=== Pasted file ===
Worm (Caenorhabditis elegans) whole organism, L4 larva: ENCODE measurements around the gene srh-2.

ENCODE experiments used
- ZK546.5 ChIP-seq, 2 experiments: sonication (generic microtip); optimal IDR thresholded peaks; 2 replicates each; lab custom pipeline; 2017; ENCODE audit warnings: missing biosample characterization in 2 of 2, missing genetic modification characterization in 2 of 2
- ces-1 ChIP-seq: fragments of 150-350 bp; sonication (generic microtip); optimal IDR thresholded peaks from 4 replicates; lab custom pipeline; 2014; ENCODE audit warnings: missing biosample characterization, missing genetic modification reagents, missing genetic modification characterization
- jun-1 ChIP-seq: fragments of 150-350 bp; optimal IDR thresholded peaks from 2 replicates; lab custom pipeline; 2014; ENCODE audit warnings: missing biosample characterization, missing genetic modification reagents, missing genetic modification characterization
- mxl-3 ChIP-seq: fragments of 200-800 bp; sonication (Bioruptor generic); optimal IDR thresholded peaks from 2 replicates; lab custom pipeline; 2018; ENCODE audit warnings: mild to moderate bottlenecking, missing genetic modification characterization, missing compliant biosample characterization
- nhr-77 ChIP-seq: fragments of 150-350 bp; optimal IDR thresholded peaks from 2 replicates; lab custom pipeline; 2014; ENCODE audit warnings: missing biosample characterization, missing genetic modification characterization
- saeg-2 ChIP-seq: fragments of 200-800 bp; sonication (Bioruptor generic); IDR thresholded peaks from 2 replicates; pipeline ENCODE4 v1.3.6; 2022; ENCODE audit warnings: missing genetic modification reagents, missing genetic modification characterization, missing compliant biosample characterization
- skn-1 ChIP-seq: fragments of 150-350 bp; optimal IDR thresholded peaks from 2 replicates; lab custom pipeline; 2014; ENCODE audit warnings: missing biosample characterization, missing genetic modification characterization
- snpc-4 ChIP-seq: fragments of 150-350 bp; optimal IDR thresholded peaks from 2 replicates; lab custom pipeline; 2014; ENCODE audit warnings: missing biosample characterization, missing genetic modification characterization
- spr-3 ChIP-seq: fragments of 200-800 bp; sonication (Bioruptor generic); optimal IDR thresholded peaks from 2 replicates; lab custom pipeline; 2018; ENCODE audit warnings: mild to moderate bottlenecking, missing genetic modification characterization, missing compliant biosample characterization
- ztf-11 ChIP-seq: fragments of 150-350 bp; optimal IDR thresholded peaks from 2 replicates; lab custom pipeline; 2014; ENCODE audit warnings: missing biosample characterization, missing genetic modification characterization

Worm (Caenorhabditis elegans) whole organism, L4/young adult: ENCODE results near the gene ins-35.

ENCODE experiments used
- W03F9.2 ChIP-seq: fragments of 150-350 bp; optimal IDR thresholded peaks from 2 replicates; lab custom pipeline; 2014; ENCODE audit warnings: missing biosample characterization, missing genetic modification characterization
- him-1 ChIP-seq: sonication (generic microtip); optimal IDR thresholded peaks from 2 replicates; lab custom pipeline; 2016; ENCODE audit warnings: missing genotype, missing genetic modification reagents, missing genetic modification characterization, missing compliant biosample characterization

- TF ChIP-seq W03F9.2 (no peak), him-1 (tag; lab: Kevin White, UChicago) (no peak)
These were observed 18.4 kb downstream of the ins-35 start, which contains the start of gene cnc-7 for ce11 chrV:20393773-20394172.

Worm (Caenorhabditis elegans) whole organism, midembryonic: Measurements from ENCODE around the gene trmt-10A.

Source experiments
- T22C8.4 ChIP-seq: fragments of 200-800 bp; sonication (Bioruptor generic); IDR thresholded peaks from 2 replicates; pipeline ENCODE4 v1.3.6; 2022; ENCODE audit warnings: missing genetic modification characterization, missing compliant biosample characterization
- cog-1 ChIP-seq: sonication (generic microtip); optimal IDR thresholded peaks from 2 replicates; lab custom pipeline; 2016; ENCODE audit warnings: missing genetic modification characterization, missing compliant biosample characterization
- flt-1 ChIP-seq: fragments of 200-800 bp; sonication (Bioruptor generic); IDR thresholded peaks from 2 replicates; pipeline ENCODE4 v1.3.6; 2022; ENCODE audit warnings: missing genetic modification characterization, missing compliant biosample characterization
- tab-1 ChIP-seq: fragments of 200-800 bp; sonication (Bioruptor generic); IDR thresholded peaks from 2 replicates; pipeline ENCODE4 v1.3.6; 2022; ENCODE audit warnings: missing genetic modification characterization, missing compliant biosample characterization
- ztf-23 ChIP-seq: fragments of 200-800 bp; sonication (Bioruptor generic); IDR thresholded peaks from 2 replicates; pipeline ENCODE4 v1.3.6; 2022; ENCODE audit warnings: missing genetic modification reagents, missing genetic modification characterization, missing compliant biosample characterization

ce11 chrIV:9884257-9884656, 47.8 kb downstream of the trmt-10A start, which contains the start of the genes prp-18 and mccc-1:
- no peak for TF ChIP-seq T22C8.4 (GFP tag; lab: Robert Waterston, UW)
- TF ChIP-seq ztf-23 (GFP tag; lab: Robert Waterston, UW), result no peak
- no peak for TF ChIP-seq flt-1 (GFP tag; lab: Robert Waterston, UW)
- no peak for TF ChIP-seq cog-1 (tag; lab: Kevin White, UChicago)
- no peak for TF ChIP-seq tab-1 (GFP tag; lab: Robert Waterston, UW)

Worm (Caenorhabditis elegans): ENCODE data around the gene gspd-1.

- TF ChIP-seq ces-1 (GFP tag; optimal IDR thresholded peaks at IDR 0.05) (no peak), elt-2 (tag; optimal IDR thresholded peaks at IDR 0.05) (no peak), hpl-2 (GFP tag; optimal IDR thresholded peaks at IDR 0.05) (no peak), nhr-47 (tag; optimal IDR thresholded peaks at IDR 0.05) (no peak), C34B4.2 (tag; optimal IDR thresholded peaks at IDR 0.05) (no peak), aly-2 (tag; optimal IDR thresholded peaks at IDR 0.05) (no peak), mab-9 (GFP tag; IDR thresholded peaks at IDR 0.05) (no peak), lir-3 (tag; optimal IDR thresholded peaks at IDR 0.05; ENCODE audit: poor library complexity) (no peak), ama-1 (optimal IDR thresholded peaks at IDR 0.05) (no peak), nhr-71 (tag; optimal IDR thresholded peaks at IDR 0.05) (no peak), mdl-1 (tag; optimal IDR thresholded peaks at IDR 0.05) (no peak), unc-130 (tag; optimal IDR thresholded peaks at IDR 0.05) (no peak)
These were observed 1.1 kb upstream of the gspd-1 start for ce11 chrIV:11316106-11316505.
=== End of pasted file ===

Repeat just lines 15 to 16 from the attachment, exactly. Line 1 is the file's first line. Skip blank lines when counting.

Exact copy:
- W03F9.2 ChIP-seq: fragments of 150-350 bp; optimal IDR thresholded peaks from 2 replicates; lab custom pipeline; 2014; ENCODE audit warnings: missing biosample characterization, missing genetic modification characterization
- him-1 ChIP-seq: sonication (generic microtip); optimal IDR thresholded peaks from 2 replicates; lab custom pipeline; 2016; ENCODE audit warnings: missing genotype, missing genetic modification reagents, missing genetic modification characterization, missing compliant biosample characterization